Ensuring safer content for users

PETALING JAYA: There should be more control over social media platforms like Telegram which have been blamed for the spread of harmful content, say cybersecurity experts.

While there is a call for Telegram to be banned altogether, other experts want the government to keep pushing for application operators for assurances that they can tackle negative content in their platform.

Prof Dr Mohamed Ridza Wahiddin said the refusal by Telegram, a Dubai-based messaging application, to meet to discuss important national security issues with Malaysian authorities is an indication that its operators are not serious in addressing them.

“Telegram should be banned with immediate effect. We should send a message to them that we mean business,” he said.

Mohamed Ridza, who is the Academy of Sciences Malaysia’s Information Technology and Computer Science fellow, said Malaysians should use other forms of messaging platforms that provide better security.

“We need to protect those among us who are easily exploited,” he added.

Mohamed Ridza was responding to news reports that Telegram refused to cooperate with the Communications and Digital Ministry, with the platform citing it does not participate in any form of political censorship.

Telegram said it has been actively moderating harmful content on its platform, including the sale of illegal substances and pornography.

The ministry had extended an invitation to Telegram since January to address security issues faced by its users.

Last Saturday, Communications and Digital Minister Fahmi Fadzil said Telegram may face action if its operators continue to ignore the ministry’s call for it to take remedial measures to improve the security for the app’s users.

Fong Choong Fook, executive chairman of LGMS Bhd, a specialist cybersecurity testing firm, said any scamming activities and spread of illegal content such as pornography are not restricted to Telegram.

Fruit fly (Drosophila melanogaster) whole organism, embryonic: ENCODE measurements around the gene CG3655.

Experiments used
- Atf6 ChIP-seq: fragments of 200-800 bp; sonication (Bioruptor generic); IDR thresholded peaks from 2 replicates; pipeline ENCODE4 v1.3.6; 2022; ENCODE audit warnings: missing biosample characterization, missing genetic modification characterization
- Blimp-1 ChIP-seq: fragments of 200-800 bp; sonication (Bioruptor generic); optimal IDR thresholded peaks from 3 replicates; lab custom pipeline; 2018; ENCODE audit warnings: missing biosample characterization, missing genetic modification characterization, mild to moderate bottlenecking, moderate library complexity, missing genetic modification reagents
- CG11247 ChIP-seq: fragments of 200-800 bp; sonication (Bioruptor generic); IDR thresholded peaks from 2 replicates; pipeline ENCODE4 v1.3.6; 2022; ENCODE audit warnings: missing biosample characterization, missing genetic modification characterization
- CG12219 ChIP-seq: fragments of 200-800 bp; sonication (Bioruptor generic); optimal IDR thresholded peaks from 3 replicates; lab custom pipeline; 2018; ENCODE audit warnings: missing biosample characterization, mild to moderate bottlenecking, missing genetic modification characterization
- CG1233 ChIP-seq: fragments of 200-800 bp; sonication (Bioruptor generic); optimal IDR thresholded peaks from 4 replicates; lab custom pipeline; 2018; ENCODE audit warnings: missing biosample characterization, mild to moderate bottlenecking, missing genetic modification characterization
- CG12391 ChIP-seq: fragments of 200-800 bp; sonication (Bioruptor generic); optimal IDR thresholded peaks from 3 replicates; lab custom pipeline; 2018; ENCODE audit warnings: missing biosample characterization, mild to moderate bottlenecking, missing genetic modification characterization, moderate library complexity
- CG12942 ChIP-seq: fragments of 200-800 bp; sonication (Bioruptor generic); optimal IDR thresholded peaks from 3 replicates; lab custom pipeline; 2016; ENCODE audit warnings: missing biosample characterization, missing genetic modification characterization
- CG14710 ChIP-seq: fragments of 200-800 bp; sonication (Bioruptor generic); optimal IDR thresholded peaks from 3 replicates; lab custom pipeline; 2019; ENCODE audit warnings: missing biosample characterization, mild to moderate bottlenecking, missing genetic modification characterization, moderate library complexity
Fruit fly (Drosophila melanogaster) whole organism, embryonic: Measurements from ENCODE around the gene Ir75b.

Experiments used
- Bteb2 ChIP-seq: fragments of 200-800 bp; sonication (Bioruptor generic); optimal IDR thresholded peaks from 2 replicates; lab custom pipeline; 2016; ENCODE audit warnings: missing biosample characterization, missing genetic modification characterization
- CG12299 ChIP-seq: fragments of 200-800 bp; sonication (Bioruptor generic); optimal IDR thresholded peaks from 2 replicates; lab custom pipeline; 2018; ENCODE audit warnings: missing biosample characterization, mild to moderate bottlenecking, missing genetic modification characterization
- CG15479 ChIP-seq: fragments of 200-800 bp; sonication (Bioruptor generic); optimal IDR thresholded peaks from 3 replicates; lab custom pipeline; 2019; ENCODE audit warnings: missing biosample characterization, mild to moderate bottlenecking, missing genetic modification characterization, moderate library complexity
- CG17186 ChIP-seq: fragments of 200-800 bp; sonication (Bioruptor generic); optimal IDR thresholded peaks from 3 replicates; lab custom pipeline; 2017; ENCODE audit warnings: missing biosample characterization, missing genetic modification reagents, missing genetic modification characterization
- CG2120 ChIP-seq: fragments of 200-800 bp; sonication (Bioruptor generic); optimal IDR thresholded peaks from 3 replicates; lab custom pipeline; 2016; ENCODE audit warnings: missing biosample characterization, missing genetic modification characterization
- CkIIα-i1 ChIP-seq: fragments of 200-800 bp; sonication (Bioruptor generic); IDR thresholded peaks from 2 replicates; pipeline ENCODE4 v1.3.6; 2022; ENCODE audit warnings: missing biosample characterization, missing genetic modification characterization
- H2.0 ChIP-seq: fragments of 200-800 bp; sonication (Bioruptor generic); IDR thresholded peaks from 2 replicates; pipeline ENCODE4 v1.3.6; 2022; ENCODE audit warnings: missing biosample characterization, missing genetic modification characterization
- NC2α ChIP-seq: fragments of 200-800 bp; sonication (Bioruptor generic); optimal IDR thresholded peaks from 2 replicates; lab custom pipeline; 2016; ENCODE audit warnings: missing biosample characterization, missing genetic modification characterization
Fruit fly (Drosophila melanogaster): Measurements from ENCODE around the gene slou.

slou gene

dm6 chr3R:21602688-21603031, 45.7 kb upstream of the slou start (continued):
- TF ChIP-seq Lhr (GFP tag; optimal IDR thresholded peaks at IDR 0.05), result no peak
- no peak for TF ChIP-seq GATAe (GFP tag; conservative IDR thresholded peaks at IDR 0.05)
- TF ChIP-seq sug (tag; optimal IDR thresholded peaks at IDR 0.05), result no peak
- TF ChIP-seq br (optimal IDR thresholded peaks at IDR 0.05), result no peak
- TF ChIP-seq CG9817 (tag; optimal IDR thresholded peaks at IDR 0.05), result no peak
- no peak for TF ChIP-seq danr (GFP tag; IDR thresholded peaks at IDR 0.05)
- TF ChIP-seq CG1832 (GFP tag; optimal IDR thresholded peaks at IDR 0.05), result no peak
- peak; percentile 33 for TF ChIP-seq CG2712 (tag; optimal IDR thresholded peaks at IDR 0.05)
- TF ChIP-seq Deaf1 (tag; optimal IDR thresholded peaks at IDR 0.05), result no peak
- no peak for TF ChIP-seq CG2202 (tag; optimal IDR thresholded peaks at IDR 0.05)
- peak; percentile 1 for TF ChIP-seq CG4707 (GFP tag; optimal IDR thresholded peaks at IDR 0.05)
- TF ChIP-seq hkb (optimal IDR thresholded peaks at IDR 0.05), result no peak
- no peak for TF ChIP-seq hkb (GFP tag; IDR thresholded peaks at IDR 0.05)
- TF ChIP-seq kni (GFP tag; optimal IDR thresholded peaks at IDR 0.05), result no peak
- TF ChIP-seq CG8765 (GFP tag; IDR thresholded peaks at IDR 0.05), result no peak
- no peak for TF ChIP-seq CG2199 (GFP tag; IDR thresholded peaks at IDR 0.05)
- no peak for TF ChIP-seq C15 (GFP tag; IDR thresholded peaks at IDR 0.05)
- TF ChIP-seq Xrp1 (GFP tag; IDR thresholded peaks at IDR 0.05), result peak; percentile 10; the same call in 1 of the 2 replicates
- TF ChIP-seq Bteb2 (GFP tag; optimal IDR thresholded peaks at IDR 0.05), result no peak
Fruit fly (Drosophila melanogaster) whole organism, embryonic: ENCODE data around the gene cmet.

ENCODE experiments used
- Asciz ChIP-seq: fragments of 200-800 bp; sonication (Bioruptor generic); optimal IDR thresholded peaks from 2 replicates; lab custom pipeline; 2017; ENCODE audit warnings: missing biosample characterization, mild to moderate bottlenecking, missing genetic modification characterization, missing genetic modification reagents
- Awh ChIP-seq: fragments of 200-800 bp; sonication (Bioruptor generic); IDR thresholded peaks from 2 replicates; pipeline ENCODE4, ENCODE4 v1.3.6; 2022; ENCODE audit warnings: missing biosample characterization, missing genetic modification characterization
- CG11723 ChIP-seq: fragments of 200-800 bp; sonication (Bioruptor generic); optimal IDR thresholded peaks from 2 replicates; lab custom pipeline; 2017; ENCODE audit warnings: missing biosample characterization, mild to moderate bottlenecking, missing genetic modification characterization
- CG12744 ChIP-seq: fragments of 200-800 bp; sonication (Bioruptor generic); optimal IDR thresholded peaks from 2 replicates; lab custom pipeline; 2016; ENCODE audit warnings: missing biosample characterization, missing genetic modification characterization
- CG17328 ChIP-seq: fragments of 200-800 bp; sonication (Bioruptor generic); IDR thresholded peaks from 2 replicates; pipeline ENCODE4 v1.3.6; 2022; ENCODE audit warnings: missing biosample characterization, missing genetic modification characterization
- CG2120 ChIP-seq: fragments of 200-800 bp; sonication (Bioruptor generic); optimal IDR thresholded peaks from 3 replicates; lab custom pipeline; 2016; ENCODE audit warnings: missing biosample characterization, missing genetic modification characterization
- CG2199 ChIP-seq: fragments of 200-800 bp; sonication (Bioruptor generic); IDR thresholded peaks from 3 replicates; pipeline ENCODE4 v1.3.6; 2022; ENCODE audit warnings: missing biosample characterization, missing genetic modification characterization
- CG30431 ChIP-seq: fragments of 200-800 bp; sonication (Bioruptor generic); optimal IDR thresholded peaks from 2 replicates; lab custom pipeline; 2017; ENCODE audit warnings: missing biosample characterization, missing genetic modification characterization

He added that the authorities should observe any online platforms that refuse to cooperate in overcoming user security issues, but the government must also thread a fine line.

“In China, the authorities there forbid any use of foreign online applications, which is good from the national security standpoint, but not great on the basis of the freedom of speech for users,” he said.

Fong said what the government can do is to provide a balance between concerns over security and freedom of information.

Several politicians, including former prime minister Datuk Seri Ismail Sabri Yaakob, had fallen victim to scams and hacking activities involving Telegram.

TikTok, Twitter and Facebook previously had agreed to cooperate with the government via the Malaysian Communications and Multimedia Commission (MCMC) in addressing similar concerns.

Previously, social media users claimed photos of children were circulated using Telegram channels for alleged “sexual content purposes”.

The channels were quickly removed or deleted by the moderators, hampering efforts by the authorities to investigate the matter further.

Lawyer Nizam Bashir Abdul Kariem Bashir said Sections 211 and 233 of the Communications and Multimedia Act 1998 that regulate offensive content on the Internet are adequate to address such illegal spread of content in Telegram or other online platforms.

He, however, said there should be more clarity to Sections 211 and 233 of the Act.

“There have been criticisms against the two Sections of the Act whereby Section 211 does not meet the test of legality; and do not pursue legitimate grounds.

“The restrictions in Section 211 and 233 are disproportionate principally due to a lack of clarity in the provision. For example, the word ‘obscene’ is not defined in the Act.”

Nizam said the government can consider regulating messaging platforms to tackle issues like scams sensibly once the criticism to the two sections have been addressed.

“This (proposed regulation) must also take into account the ‘No Censorship’ guarantee as envisaged by Section 3(3) of the Act,” he added.

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